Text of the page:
175:  Another Procession and a New Akwayntance

After the sisters that kept Paws [St Paul’s] brought me newes of their attack on Snakes-Purr I was fire-hot to visit them.

I could see Paws from my house. 

A view of old St Paul's Cathedral.
A view of St Paul’s.

’Tis the church where the citie’s soul is lodged.  The newes and lies fit to print are sold in its shops, and what’s not fit for print is whispered along its walks.

How best to go there?

Sure, I’d been into the citie before.  I’d passed through the Lud-Gate in a coach.  Twice.  Going to the Tower, and coming from it.  But to enter alone?

My hopes rose when I heard tell of the Procession.  Yes, another one.  There’d been no procession from the Tower when the King and Queen were crowned, because the citie was smitten by pestilence.

Now came the time for cits [citizens] to joy theirselves and plague the King by looking at him.  From my roof one morn I espied a stream of folks walking down the ways that lead to the town.

I followed them, but not by road.  I slipped secret through the fields and into the Garden.

Harry may have made his way across to Covent Garden, whose wall is visible at the bottom of the picture, or further east to the Middle Temple Gardens.

In truth, I cared nowt for the Procession, but when ’twas done I hoped to find a citie gate left open.  Meantime, I sought a quiet and private seat. 

Quiet?  Hah.  First, fire-works sprang me from my skin.  I later learnt they were nowt but a great show upon the river.  Then came the sound of trumpets, and the screechings of the unrulie multitude.

Prince Henry/Harry Frederick (1594 – 1612) the eldest of James’ and Anne’s children.

Oh, that Procession was slow in coming.  There were songs, orations, music, gifts, and all manner of foolery along the way. 

King James did not always stay to hear all, but Queen Anne and young Prince Harry (a fine kit, with a fine name) were most gracious, smiling and bending this way and that.

All the con-wits [conduits] betwixt the Tower and Westminster were spurting wine in place of water.  Any who wished to drink could. 

Small wonder, then, that so many had fell flat before the Procession passed. 

Soon I myself thirsted.  The scent of the river was a torment to me.  I durst not go in search of water.  And even after all had passed I durst not seek a gate to the citie.  The staggerings and shoutings, the fallings and foulings, had not ceased.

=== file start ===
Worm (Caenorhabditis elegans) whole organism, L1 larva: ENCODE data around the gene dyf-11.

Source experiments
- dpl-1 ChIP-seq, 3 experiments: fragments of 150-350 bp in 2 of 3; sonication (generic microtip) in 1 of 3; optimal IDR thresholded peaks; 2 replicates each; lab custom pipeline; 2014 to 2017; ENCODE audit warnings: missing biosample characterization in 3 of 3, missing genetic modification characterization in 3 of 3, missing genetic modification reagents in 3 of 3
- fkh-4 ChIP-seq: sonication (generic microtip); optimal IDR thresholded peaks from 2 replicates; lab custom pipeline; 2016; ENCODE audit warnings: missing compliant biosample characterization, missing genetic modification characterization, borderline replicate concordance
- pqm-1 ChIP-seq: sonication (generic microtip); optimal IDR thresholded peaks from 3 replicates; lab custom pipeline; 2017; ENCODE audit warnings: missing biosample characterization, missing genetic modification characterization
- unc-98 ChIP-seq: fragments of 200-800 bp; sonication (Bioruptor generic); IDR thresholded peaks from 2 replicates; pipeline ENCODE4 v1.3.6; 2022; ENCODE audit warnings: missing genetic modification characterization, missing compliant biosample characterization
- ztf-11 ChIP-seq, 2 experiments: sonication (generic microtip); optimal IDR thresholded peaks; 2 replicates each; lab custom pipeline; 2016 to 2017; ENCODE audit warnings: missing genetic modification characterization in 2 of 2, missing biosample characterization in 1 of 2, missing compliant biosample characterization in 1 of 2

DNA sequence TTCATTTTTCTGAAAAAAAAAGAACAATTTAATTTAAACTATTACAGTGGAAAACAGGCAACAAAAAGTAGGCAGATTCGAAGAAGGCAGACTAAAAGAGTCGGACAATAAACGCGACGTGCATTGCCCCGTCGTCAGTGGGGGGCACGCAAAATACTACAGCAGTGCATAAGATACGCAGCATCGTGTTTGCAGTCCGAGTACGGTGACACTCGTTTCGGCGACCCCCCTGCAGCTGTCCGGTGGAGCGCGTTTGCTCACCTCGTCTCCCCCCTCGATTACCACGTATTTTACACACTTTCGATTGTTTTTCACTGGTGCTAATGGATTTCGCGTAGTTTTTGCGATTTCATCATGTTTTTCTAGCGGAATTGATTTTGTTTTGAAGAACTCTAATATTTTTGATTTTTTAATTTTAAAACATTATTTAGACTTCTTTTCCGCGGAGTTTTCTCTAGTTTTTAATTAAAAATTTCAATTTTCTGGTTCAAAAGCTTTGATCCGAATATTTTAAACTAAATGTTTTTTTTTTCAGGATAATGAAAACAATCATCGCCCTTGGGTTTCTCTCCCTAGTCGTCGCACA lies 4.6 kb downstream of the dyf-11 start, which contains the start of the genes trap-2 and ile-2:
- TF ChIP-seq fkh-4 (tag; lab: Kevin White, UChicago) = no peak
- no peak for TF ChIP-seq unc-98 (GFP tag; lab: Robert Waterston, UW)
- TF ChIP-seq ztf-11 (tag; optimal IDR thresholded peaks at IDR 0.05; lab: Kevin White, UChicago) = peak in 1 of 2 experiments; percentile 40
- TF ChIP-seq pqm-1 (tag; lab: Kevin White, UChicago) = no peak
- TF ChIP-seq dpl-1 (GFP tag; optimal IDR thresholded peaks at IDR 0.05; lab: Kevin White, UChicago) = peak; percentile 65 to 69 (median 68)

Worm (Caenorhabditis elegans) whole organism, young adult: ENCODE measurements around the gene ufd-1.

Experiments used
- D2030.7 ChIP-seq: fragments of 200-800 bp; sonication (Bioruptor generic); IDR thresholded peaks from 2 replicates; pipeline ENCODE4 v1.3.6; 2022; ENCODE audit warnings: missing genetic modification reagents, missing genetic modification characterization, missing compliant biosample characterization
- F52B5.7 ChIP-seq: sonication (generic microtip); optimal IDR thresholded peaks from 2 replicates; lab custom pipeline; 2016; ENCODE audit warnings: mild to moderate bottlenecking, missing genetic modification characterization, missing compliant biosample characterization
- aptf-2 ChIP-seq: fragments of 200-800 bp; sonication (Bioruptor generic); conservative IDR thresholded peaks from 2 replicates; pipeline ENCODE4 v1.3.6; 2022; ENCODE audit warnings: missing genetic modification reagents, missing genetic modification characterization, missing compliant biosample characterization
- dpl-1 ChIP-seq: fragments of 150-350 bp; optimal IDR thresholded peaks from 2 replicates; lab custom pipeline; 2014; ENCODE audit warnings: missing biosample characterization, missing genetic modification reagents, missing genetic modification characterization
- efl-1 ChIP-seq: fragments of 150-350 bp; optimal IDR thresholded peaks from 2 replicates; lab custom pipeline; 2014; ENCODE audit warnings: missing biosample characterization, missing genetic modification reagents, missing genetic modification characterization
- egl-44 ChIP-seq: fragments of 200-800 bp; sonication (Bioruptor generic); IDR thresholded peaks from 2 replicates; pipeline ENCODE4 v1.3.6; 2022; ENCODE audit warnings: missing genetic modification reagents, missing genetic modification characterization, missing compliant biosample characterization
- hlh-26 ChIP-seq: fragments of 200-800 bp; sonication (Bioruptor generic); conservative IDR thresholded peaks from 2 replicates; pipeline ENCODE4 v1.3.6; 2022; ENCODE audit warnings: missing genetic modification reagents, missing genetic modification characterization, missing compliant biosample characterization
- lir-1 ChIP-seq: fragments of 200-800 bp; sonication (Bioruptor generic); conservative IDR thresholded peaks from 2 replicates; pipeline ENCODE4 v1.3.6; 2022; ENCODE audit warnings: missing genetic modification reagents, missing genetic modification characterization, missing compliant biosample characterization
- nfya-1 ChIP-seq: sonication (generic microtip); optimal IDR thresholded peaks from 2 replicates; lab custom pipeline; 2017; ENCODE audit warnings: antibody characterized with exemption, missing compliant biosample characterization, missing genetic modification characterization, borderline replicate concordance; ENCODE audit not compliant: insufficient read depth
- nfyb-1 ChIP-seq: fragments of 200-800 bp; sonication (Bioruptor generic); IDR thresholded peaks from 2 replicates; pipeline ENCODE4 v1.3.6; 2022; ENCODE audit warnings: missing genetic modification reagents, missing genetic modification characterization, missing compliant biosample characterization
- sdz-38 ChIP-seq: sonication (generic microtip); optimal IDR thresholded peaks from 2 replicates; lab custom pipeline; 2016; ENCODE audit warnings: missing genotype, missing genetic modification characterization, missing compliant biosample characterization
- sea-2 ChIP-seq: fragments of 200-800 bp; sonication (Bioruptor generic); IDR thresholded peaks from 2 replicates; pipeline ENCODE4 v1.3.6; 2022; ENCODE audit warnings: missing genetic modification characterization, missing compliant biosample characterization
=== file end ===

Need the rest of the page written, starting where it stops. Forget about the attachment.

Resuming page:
As I waited for the dark, a cat came creeping low-bellied through the Garden.

He came within my nosing space!  That were close enough.  He seemed peaceable, but I never nosed a cat so odorous.

At first I took him for a Scot.  Then I thought he were still so afeared of the pestilence that he’d sought to save hisself from noisome and infeckted airs by rolling in herbs and spices.

He arrkst me how well I’d liked the Procession.  I sayt I’d heard it but not seen it, being loathe to go among so manie drinkards.

He swore ’twas super-excellent.  He sayt, “Doubtless I’ll learn more tonight when my master, mistress and all come from Cheap-Sight [Cheapside] where they went to sit at a high window.”

“My master – I mean my lord – was of it,” sayt I.  “So I shall hear more too.”

Then he arrkst me if I were son to the Titchfield Queen!  I knew he meant my mother. 

I sayt I was.

“Perchance you’ve heard of me,” sayt he.  “My name is Onix.”

I hadn’t, but I sayt, “My lady mother always spake most kind of you.”

That pleased him.  He sayt, “For her sake – and yours, I believe – I hoped to glimpse Villain Snakes-Purr today.”

Head of a startled-looking black and white cat“Snakes-Purr?” I cried.  “Why?  What has he to do with King James?”

“Had you not heard?” arrkst Onix.  “He and many of his low kind are royal servants now.”

You could have flatted me with a feather.

Toutparmoi - Note from the Editor

Alas, all is true.  About Shakespeare, I mean, though his situation as a “royal servant” – nominally a groom of the chamberdidn’t mean much.

King James doesn’t seem to have been particularly keen on the arts.  However, Queen Anne and the children loved theatrical entertainments so one of James’ early actions was to bring the three leading theatre companies under royal patronage.  The Lord Chamberlain’s Men (of which Shakespeare was a member) became The King’s Men, The Earl of Worcester’s Men became The Queen’s Men, and The Lord Admiral’s Men became The Prince’s Men.  See Alan H. Nelson’s account of Shakespeare’s name in the official record.  (Though it was only the London procession that was postponed, not the coronation ceremony, as Nelson claims.)